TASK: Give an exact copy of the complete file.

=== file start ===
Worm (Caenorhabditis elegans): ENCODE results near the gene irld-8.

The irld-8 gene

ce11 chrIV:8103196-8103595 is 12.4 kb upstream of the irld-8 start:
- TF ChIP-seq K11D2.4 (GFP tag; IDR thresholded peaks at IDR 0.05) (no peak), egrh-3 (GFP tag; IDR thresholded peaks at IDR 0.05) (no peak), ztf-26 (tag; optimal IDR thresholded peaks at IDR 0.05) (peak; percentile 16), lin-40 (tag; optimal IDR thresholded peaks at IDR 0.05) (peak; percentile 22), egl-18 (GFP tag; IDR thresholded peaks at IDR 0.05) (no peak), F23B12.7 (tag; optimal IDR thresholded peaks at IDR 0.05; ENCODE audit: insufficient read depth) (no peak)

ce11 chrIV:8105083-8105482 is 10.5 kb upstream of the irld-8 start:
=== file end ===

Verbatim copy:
Worm (Caenorhabditis elegans): ENCODE results near the gene irld-8.

The irld-8 gene

ce11 chrIV:8103196-8103595 is 12.4 kb upstream of the irld-8 start:
- TF ChIP-seq K11D2.4 (GFP tag; IDR thresholded peaks at IDR 0.05) (no peak), egrh-3 (GFP tag; IDR thresholded peaks at IDR 0.05) (no peak), ztf-26 (tag; optimal IDR thresholded peaks at IDR 0.05) (peak; percentile 16), lin-40 (tag; optimal IDR thresholded peaks at IDR 0.05) (peak; percentile 22), egl-18 (GFP tag; IDR thresholded peaks at IDR 0.05) (no peak), F23B12.7 (tag; optimal IDR thresholded peaks at IDR 0.05; ENCODE audit: insufficient read depth) (no peak)

ce11 chrIV:8105083-8105482 is 10.5 kb upstream of the irld-8 start: